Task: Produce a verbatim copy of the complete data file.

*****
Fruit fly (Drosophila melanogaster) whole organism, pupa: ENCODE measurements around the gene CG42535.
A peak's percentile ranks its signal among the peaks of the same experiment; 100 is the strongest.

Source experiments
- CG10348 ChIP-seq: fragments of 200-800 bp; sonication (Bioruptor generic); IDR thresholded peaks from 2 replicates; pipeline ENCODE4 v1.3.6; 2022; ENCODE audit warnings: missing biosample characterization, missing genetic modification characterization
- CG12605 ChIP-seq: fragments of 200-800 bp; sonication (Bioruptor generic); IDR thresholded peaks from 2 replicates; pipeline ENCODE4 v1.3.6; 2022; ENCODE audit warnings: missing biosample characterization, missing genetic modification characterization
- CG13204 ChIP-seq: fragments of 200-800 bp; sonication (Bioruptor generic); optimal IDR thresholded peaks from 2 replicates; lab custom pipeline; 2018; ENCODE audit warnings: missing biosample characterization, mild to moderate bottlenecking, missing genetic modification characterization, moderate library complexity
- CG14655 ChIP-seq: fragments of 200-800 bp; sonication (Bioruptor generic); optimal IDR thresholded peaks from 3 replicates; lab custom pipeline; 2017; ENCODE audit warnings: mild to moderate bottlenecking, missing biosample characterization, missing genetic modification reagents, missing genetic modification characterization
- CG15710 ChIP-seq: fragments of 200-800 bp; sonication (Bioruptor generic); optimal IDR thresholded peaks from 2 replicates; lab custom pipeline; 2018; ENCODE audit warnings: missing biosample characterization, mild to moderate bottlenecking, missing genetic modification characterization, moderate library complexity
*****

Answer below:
Fruit fly (Drosophila melanogaster) whole organism, pupa: ENCODE measurements around the gene CG42535.
A peak's percentile ranks its signal among the peaks of the same experiment; 100 is the strongest.

Source experiments
- CG10348 ChIP-seq: fragments of 200-800 bp; sonication (Bioruptor generic); IDR thresholded peaks from 2 replicates; pipeline ENCODE4 v1.3.6; 2022; ENCODE audit warnings: missing biosample characterization, missing genetic modification characterization
- CG12605 ChIP-seq: fragments of 200-800 bp; sonication (Bioruptor generic); IDR thresholded peaks from 2 replicates; pipeline ENCODE4 v1.3.6; 2022; ENCODE audit warnings: missing biosample characterization, missing genetic modification characterization
- CG13204 ChIP-seq: fragments of 200-800 bp; sonication (Bioruptor generic); optimal IDR thresholded peaks from 2 replicates; lab custom pipeline; 2018; ENCODE audit warnings: missing biosample characterization, mild to moderate bottlenecking, missing genetic modification characterization, moderate library complexity
- CG14655 ChIP-seq: fragments of 200-800 bp; sonication (Bioruptor generic); optimal IDR thresholded peaks from 3 replicates; lab custom pipeline; 2017; ENCODE audit warnings: mild to moderate bottlenecking, missing biosample characterization, missing genetic modification reagents, missing genetic modification characterization
- CG15710 ChIP-seq: fragments of 200-800 bp; sonication (Bioruptor generic); optimal IDR thresholded peaks from 2 replicates; lab custom pipeline; 2018; ENCODE audit warnings: missing biosample characterization, mild to moderate bottlenecking, missing genetic modification characterization, moderate library complexity